“The idea that some enlightened state, and not just co-option, might’ve created something that is very pure” was an attractive way to end the series, Weiner said. “To me, it’s the best ad ever made, and it comes from a very good place.”
The assertion was one of the highlights of a public conversation Weiner had with A.M. Holmes (The L Word) at the New York Public Library on Wednesday evening, four days after his AMC series’ final episode aired.
Weiner conducted no interviews after Sunday’s episode, so the conversation was the first time fans had an opportunity to hear Weiner’s thoughts on the finale.
“I’m so pleased that people enjoyed it and seemed to enjoy it exactly as it was intended,” he said, adding that the episode had been locked down since October.
During the conversation, Weiner shared some of his influences (such as President Richard Nixon and Catholicism) and recent insights about the show’s final hour.
“Don likes strangers. Don likes winning strangers over,” Weiner said. “He likes seducing strangers, and that is what advertising is.”
However, “Once you get to know him, he doesn’t like you,” he said. “I think that’s why he married Megan over Faye.”
Weiner also addressed criticism (like some levied by TVLine) that Don spent too much time away from his New York colleagues in the final few episodes.
“I thought, ‘I want to see Don on his own. I want to see Don out there. I want to do an episode of The Fugitive,'” he said of the series’ penultimate hour, adding that he brought Draper to the Esalin retreat center in the finale because “I liked the idea that he would come to this place and it would be about other people.”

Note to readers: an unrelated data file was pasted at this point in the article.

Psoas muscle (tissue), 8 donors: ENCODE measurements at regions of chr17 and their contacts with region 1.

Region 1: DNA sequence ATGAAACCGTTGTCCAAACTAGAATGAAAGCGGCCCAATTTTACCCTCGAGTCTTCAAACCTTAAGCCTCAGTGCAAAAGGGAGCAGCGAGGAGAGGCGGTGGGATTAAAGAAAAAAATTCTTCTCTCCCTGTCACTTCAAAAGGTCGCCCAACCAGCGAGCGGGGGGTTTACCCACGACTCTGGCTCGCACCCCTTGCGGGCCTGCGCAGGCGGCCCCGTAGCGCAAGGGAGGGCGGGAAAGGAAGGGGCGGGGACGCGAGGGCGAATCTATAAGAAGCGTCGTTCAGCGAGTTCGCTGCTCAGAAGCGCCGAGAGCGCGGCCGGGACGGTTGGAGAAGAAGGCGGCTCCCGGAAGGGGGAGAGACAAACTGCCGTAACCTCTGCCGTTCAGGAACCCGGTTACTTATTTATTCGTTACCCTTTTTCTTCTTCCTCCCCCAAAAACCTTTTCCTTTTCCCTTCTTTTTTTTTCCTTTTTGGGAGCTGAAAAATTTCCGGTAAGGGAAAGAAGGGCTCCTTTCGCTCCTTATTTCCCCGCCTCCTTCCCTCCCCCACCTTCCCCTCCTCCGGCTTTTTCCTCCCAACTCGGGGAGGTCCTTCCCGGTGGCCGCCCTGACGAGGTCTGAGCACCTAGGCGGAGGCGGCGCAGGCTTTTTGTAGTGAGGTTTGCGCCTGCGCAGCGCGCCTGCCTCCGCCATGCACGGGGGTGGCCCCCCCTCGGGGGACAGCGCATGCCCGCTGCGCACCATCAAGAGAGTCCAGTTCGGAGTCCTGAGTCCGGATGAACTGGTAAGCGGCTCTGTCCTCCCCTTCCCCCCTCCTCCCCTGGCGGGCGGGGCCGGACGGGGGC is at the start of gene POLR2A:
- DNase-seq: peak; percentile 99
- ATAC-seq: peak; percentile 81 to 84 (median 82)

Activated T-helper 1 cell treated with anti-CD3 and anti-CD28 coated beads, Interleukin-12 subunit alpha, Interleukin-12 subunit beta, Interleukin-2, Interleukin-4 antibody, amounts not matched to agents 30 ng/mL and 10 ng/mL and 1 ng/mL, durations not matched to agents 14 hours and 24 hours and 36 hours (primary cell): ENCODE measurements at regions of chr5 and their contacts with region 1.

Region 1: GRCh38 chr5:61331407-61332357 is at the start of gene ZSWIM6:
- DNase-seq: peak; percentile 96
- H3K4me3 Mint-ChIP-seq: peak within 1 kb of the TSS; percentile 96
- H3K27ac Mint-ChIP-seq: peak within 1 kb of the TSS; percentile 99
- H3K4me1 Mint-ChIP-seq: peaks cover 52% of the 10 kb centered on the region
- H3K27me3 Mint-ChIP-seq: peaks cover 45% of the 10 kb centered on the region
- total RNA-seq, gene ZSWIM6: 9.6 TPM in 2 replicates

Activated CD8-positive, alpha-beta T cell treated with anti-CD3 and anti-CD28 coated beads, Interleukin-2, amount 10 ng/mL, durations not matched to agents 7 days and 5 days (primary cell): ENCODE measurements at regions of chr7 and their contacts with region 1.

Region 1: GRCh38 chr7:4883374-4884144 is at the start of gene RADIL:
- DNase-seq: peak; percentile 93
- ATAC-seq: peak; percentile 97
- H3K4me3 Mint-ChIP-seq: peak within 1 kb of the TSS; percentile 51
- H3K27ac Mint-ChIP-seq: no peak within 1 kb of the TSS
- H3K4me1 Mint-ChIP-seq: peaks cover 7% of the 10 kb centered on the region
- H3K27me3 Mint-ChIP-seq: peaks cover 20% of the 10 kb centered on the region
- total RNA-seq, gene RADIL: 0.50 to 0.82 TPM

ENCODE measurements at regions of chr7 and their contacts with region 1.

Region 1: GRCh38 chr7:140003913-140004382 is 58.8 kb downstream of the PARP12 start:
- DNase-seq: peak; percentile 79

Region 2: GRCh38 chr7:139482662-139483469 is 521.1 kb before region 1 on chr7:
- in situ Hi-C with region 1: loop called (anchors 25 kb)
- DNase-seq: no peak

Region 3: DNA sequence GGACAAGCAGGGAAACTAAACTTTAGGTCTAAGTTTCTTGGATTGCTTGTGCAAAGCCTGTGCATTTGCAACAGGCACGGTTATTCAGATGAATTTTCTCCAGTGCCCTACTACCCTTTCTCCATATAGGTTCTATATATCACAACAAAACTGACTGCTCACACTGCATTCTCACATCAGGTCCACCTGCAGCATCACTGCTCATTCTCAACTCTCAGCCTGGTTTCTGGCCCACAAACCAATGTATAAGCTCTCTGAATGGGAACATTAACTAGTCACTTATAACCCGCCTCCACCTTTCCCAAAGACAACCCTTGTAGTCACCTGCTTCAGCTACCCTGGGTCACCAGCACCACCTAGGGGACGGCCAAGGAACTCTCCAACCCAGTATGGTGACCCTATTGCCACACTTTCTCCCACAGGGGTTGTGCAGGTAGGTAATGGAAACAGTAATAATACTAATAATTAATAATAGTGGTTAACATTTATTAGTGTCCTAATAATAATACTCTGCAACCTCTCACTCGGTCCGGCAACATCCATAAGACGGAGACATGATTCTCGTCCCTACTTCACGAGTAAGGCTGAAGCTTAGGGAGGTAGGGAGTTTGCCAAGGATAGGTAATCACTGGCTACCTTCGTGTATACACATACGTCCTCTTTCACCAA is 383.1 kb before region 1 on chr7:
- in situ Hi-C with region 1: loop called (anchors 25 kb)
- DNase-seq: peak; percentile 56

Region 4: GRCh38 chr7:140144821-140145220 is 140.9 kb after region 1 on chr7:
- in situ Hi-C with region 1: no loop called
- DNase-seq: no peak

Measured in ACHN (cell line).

Other insights from the talk:
* If Weiner ever creates a show for a streaming video service like Netflix, “I would try to convince them to let me just roll them out so there’s some shared experience,” he said. “There’s not much left that we have communal now.”
* When Joan got pregnant with Roger’s baby, “I [originally] thought Joan was gonna go through with that abortion,” he said, but conversations in the writers’ room eventually changed his mind. He also said he never conceived Joan as a single mom feminist, but loved that “This woman made a practical decision not to take any s—t anymore.”
* Weiner originally meant to wrap Pete and Betty’s stories in the final episode, but Mad Men co-executive producer Semi Chellas argued that that would be too much in one sitting. “She was totally right,” he said.
* Don’s finale attire was a look that Mad Men costume designer Janie Bryant had been holding for a while. “Don Draper in jeans… we’ve never seen that,” Weiner said. “He is definitely out of uniform.”
* The only unscripted line that ever made it into the episode, Weiner said, was Don saying, “Sweetheart,” to one of the ladies to get the lights during an ad pitch in an early episode.
* Though Weiner had known for seasons that the end of the series would feature the Coke ad and Betty’s cancer diagnosis, the same can’t be said of one other huge, fan-satisfying development. “I didn’t know Peggy and Stan would end up together,” he said. “That had to be proved to me.”
Watch Weiner’s talk in full below.